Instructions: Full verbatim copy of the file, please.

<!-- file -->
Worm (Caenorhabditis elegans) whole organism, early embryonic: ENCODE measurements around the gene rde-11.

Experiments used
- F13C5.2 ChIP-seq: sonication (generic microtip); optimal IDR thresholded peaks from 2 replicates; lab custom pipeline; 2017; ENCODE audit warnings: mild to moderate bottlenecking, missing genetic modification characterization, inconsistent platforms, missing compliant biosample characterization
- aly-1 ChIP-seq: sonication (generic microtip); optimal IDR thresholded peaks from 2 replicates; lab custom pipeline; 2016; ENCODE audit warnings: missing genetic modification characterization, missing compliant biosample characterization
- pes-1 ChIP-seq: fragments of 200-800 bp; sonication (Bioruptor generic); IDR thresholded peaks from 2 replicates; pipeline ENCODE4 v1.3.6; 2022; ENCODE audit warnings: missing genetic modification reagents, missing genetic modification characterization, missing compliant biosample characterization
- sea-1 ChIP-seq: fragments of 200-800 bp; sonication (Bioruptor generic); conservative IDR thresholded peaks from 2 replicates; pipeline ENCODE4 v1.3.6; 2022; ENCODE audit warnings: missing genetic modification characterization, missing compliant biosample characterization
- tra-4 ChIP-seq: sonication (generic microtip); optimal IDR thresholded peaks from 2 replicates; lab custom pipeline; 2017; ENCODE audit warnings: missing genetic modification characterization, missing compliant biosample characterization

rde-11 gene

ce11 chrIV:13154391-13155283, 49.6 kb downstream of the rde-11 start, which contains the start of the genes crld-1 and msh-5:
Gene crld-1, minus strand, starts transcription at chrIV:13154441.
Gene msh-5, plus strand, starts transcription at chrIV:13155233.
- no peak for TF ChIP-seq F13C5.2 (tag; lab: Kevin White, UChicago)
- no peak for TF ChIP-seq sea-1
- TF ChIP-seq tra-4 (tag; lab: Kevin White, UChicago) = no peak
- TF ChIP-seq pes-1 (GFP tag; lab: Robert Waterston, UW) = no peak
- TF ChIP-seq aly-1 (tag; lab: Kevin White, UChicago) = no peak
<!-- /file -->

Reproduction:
Worm (Caenorhabditis elegans) whole organism, early embryonic: ENCODE measurements around the gene rde-11.

Experiments used
- F13C5.2 ChIP-seq: sonication (generic microtip); optimal IDR thresholded peaks from 2 replicates; lab custom pipeline; 2017; ENCODE audit warnings: mild to moderate bottlenecking, missing genetic modification characterization, inconsistent platforms, missing compliant biosample characterization
- aly-1 ChIP-seq: sonication (generic microtip); optimal IDR thresholded peaks from 2 replicates; lab custom pipeline; 2016; ENCODE audit warnings: missing genetic modification characterization, missing compliant biosample characterization
- pes-1 ChIP-seq: fragments of 200-800 bp; sonication (Bioruptor generic); IDR thresholded peaks from 2 replicates; pipeline ENCODE4 v1.3.6; 2022; ENCODE audit warnings: missing genetic modification reagents, missing genetic modification characterization, missing compliant biosample characterization
- sea-1 ChIP-seq: fragments of 200-800 bp; sonication (Bioruptor generic); conservative IDR thresholded peaks from 2 replicates; pipeline ENCODE4 v1.3.6; 2022; ENCODE audit warnings: missing genetic modification characterization, missing compliant biosample characterization
- tra-4 ChIP-seq: sonication (generic microtip); optimal IDR thresholded peaks from 2 replicates; lab custom pipeline; 2017; ENCODE audit warnings: missing genetic modification characterization, missing compliant biosample characterization

rde-11 gene

ce11 chrIV:13154391-13155283, 49.6 kb downstream of the rde-11 start, which contains the start of the genes crld-1 and msh-5:
Gene crld-1, minus strand, starts transcription at chrIV:13154441.
Gene msh-5, plus strand, starts transcription at chrIV:13155233.
- no peak for TF ChIP-seq F13C5.2 (tag; lab: Kevin White, UChicago)
- no peak for TF ChIP-seq sea-1
- TF ChIP-seq tra-4 (tag; lab: Kevin White, UChicago) = no peak
- TF ChIP-seq pes-1 (GFP tag; lab: Robert Waterston, UW) = no peak
- TF ChIP-seq aly-1 (tag; lab: Kevin White, UChicago) = no peak